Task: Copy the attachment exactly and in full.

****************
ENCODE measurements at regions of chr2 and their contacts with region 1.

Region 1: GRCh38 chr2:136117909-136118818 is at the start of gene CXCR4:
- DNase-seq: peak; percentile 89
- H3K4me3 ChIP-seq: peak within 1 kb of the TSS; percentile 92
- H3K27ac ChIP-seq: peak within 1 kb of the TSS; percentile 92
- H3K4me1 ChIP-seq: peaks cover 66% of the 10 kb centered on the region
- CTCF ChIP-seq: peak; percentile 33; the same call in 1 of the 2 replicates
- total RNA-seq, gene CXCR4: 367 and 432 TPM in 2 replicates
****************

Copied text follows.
ENCODE measurements at regions of chr2 and their contacts with region 1.

Region 1: GRCh38 chr2:136117909-136118818 is at the start of gene CXCR4:
- DNase-seq: peak; percentile 89
- H3K4me3 ChIP-seq: peak within 1 kb of the TSS; percentile 92
- H3K27ac ChIP-seq: peak within 1 kb of the TSS; percentile 92
- H3K4me1 ChIP-seq: peaks cover 66% of the 10 kb centered on the region
- CTCF ChIP-seq: peak; percentile 33; the same call in 1 of the 2 replicates
- total RNA-seq, gene CXCR4: 367 and 432 TPM in 2 replicates